Mike Gleason: That leads me to my next question here and then we're going to move on to the one of the other columns you penned for us, one titled, "What to Expect When Telling Friends About Gold and Silver." You've mentioned a success story there but we often run into a lot of opposition and I don't know if it's my imagination here, but it seems like most people are programmed to turn their nose up at gold and silver as either risky or wacky or somehow a stupid thing to own. Why is that, do you think?

Guy Christopher: It's simply because Americans have been conditioned to see money, gold and silver, credit cards, dollar bills in a way that is unhealthy, financially and monetarily. For the last eighty years, the government has been pretty successful in drumming gold and silver out of the American psyche. They replaced it quite easily, I think too easily, they replaced the constitutional money, gold and silver, they replaced it with credit cards, they replaced it with debt.

They convinced Americans that debt is money rather than gold and silver. They had the schools who helped them, of course. The government fund schools and so schools do what the governments tell them. They had Hollywood on their side and of course they had the media on their side. And so for decades, Americans have been hearing that it's good to be in debt. If you watch television, one of the ads I see constantly is let's go get a credit check, let's get a free credit check.

I don't see any ads from the government saying hey, you should be buying gold and silver. I supposed that if it’s that difficult to get folks to get interested in gold and silver that it shouldn't be a big surprise that you can talk to 100 people and only find two or three who are actually interested. After a while you're almost ready to give up.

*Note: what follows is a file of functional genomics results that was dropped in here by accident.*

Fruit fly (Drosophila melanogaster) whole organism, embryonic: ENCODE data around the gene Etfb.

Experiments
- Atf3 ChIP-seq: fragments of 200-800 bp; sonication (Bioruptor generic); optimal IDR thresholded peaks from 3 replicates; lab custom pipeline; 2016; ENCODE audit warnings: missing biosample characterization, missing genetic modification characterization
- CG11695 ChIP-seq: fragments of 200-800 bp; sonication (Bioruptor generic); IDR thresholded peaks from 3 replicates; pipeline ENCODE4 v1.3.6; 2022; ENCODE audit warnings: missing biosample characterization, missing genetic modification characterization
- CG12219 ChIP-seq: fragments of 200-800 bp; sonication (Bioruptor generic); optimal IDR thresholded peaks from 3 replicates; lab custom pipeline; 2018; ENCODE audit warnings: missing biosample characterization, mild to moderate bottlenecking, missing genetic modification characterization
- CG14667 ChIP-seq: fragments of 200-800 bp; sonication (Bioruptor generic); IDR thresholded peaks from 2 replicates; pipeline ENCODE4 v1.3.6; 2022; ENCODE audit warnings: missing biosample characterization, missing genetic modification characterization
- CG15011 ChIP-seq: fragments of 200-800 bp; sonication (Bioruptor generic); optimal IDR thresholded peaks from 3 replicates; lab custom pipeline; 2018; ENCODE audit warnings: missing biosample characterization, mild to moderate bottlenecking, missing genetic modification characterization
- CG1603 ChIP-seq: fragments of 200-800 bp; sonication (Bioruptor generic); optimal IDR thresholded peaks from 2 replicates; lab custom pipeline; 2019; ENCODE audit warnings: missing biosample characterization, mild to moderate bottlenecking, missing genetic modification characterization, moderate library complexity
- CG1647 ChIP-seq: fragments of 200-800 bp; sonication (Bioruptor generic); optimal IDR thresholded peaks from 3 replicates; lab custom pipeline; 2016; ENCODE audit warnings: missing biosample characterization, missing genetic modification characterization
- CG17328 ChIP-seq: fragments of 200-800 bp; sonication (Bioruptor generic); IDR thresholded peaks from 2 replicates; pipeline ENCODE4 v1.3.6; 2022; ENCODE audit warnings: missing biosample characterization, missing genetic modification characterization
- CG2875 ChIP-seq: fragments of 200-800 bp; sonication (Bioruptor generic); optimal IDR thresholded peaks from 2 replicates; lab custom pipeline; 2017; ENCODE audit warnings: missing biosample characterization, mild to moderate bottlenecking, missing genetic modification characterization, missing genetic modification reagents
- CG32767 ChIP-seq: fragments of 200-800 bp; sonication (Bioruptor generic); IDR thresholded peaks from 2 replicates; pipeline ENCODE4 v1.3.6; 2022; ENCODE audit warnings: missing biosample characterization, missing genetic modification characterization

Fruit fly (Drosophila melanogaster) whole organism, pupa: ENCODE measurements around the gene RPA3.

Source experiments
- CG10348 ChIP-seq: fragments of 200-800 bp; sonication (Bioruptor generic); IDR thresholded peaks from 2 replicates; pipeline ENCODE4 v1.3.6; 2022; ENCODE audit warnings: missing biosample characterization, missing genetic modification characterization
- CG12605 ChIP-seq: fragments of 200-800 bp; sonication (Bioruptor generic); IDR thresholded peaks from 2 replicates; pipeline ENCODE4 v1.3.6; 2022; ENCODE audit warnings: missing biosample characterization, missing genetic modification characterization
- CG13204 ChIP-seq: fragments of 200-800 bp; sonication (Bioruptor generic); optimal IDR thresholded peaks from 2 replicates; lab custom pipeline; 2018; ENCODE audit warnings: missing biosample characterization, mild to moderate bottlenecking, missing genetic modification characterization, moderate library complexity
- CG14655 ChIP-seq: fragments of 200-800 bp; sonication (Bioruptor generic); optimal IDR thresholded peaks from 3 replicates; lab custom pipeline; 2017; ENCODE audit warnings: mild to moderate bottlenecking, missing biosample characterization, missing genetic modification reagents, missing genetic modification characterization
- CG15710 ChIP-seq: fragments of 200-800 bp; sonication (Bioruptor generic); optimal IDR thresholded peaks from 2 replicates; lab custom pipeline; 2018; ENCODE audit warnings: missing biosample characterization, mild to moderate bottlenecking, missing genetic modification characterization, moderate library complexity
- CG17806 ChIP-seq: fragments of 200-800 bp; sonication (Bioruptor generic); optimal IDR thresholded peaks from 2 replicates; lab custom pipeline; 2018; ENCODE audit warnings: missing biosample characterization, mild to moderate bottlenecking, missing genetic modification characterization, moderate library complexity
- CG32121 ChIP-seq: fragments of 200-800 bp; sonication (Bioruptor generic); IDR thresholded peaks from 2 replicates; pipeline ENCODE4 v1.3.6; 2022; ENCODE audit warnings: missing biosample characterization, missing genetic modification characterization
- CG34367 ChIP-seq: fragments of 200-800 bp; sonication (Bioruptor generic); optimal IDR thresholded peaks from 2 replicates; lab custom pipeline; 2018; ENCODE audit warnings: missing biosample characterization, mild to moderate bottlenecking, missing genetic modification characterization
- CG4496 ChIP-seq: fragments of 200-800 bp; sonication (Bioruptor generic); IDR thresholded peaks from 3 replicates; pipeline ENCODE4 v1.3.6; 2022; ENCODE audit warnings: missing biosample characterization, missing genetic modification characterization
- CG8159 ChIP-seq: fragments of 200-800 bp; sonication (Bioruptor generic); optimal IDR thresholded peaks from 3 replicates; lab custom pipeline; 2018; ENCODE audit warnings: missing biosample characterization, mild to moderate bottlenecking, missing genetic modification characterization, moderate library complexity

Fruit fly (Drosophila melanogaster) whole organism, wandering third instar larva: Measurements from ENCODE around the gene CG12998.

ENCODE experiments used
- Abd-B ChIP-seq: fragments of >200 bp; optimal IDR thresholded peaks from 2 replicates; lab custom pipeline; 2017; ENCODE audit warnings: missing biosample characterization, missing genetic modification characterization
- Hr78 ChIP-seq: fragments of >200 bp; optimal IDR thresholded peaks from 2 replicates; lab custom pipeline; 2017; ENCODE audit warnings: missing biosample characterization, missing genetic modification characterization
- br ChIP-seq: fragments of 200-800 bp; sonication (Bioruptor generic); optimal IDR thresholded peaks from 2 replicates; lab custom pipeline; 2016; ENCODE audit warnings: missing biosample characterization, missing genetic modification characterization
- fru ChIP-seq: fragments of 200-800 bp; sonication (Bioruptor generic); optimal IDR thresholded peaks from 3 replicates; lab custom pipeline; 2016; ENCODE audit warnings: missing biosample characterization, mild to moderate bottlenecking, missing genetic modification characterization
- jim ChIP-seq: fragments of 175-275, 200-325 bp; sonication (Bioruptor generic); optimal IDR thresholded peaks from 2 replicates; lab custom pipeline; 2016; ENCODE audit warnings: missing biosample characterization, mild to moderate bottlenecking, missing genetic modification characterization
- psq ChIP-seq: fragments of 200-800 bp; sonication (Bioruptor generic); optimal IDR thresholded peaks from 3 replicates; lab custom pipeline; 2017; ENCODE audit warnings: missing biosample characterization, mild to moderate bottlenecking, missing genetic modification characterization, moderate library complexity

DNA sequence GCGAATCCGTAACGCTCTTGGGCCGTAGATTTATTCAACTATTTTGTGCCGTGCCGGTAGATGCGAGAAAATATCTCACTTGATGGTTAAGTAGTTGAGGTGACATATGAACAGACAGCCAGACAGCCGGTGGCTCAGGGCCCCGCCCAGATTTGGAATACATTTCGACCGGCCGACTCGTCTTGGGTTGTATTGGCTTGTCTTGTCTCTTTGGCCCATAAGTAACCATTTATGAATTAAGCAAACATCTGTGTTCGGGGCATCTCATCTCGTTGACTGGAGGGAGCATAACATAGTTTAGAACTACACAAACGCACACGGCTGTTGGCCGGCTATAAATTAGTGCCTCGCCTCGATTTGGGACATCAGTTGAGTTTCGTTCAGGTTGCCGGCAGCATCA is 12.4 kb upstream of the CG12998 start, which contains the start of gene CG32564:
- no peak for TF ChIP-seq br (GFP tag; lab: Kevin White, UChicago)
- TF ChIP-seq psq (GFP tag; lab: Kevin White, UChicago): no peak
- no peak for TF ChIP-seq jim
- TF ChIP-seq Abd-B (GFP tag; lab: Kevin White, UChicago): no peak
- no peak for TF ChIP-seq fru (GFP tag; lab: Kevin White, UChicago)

I found a technique that I call the "kitchen table seminar". I invite folks who seem to be interested to my house or I get an invitation to their house, Sunday afternoon and I sit down at their kitchen table with them and I spread out gold and silver on the kitchen table. I found that once they get a one ounce Silver Eagle in their hand, they seem to have a better idea of just what it is we're talking about. There's something about a gold coin in your hand that it's kind of magical and it's certainly a lot easier to convince a close friend or a relative that they should take a hard look at gold and silver when you can show them that your money is where your mouth is.

Now obviously, you have to sit down with trusted folks, I don't invite strangers in, but I do find that my success rate is a little higher than average when I sit down with folks and show them, empty a bag of 90% silver on a table and folks perk up and they say, "That looks like the old change from the old days." Well it is the old change from the old days when they made it in silver and now this old change from the old days is worth a great deal of money, great deal of paper money.

That demonstration I found is a lot more effective and it's obviously more effective than just sitting and talking to someone over a cup of coffee.

Mike Gleason: I think we can all relate to the struggles of trying to get the point across and if you’ve got your conviction then don't lose that and just continue to fight a good fight, I suppose. I really do believe like you do that it's incredibly important that people have some sort of protection against what may be coming and a collapse in paper that seem somewhat inevitable, so we certainly want to continue to share the gold and silver story with folks who have not heard it or don't seem to buy into it just yet.